FROM MOLINER CF: Some people do what they want to do all of the time and all of the people do what they want to do some of the time, but not all of the people do what they want to do all of the time. Abe Frieden

FROM ILLINOIS LIZ: That's why I have friends of all different chronological ages - as they say, age is just a number. FROM JACK: Do you have friends with different attitudinal ages, too?

FROM WATERFORD JAN: Kick the Can is more fun to contemplate than kicking the bucket! FROM JACK: My laugh for the day.

FROM OUTHOUSE JUDY: Today Neil came over to do some work around the house for us. We talked for
quite awhile about our blessings and as we age, how much more we are grateful for our blessings. I wouldn't ever want to go back for a "do-over" but it is fun to remember our childhoods. Our favorite games... S.P.U.D. and flashlight tag. FROM JACK: What I remember in the younger days usually relates in school segments... later elementary, junior high, senior high.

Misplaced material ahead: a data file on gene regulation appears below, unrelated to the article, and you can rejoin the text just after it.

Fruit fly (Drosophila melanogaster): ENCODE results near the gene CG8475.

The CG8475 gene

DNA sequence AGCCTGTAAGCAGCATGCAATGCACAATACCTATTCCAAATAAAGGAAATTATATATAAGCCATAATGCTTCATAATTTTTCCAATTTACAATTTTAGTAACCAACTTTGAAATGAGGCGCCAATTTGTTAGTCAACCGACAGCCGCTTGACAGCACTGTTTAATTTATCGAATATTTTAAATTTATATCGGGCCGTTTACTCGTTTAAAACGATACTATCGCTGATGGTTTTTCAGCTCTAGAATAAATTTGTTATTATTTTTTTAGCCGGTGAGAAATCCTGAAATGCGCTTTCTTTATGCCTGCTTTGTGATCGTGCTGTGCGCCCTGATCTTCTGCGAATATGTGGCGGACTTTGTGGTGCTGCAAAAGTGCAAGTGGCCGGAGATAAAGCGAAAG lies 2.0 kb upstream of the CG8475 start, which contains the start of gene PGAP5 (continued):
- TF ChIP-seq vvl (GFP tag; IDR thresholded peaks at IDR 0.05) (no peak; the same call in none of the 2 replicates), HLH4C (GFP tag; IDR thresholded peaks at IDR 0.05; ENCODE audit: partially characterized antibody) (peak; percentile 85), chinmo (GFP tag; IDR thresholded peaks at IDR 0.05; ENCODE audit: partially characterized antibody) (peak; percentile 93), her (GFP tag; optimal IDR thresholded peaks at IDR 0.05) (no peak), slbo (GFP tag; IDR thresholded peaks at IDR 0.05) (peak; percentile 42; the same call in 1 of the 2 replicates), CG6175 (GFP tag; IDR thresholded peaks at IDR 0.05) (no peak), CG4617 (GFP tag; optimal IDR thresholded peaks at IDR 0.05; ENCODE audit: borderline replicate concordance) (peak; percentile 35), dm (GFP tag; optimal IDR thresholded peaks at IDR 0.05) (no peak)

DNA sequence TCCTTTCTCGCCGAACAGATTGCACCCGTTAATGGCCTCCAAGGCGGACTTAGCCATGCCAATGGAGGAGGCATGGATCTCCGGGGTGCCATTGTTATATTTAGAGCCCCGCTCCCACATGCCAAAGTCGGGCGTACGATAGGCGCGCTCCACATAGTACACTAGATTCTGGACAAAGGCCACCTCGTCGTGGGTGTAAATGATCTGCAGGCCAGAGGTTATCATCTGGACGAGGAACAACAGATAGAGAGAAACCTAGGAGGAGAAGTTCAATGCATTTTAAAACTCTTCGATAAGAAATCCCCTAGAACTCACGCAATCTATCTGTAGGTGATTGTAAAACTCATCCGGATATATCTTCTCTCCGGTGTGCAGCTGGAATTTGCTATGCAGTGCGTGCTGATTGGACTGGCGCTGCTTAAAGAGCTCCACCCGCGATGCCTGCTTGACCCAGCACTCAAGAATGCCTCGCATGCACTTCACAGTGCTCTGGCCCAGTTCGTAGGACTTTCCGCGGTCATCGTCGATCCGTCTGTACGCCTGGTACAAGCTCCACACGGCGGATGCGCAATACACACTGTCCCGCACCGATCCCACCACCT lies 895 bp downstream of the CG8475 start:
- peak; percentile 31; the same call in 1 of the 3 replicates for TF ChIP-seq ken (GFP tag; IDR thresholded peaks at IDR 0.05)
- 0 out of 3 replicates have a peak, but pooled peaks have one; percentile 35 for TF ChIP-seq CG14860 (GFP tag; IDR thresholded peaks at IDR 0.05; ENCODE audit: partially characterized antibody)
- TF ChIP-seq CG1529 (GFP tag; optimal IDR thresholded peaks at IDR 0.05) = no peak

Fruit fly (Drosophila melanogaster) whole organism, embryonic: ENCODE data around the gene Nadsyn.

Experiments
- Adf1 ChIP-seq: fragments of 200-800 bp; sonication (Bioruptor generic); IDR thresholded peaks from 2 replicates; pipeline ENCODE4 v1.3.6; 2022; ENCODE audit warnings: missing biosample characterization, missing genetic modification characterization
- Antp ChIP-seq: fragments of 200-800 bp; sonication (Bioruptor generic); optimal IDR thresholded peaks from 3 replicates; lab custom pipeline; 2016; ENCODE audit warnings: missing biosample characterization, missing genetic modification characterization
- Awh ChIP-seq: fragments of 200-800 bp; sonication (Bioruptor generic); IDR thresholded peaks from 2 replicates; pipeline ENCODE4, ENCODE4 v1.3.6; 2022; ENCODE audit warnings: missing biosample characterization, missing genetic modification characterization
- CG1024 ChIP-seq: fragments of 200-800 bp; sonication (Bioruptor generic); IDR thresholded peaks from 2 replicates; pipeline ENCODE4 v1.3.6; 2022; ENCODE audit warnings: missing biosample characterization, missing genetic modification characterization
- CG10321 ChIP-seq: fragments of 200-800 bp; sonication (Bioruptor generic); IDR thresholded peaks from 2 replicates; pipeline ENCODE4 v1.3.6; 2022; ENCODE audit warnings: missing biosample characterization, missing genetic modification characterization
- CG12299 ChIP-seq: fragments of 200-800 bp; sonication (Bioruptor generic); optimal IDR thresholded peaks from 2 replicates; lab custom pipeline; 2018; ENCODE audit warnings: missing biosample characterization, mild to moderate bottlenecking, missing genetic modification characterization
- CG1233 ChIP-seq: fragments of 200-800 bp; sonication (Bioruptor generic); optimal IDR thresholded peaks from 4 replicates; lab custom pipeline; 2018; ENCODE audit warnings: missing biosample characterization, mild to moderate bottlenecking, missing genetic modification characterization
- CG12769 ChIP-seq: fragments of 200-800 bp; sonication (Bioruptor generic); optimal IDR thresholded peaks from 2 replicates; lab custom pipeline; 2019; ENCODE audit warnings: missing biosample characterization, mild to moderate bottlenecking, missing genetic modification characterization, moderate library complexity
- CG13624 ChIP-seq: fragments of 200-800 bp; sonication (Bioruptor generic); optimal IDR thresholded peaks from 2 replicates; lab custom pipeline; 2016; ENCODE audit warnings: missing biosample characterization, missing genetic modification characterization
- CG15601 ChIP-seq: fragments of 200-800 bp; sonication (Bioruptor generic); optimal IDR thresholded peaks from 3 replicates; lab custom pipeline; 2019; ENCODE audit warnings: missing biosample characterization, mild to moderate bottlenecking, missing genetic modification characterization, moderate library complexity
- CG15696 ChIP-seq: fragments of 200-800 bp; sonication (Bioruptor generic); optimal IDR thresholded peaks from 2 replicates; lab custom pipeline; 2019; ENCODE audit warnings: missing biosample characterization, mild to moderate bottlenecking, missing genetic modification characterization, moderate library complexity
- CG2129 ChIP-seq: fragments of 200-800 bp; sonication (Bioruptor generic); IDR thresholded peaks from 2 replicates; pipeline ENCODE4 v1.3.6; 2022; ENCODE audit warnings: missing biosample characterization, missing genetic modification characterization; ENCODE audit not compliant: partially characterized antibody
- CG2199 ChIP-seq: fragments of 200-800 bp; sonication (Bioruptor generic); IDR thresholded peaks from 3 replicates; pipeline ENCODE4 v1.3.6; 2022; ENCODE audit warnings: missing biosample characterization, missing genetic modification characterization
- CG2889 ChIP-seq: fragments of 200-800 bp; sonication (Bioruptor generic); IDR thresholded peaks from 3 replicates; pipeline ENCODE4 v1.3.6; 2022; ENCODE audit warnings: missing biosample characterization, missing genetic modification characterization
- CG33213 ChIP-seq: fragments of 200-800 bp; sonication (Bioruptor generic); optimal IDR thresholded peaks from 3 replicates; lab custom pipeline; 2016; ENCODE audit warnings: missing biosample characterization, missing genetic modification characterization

MORE FROM ME: Nice weather is also very conducive to a positive attitude. Probably most important of all is the inbred attitude of wanting to play kick the can. FROM JACK: I'm going to get a can out of the recycling bin and kick it. I wonder if I'll feel any different.

Tuesday, March 08, 2011

Winning Words 3/8/11
“The one who removes a mountain begins by carrying away small stones.” (Chinese Proverb)
Recently I heard a preacher say that a mountain can be removed by telling it to go into the sea. He was talking about dealing with problems. I know that some people are facing mountainous difficulties in their life. The proverb says that the mountain can be removed. Developing a faith can start the process. ;-) Jack

FROM RI IN BOSTON: Yeah, those Chinese philosophers had some interesting concepts. St. Paul did too, telling the Philippians: I'm instructed to be full and to be hungry, to have abundantly and to suffer need, and I can do all things through Christ who strengthens me. (Phil. 4:12-13) It's true that some people face mountainous difficulties, and then there are some people who make mountains out of molehills. In either case faith can change one's perspective on things. FROM JACK: Even a molehill, in reality, can be a mountain to some people and needs to be removed, a grain at a time.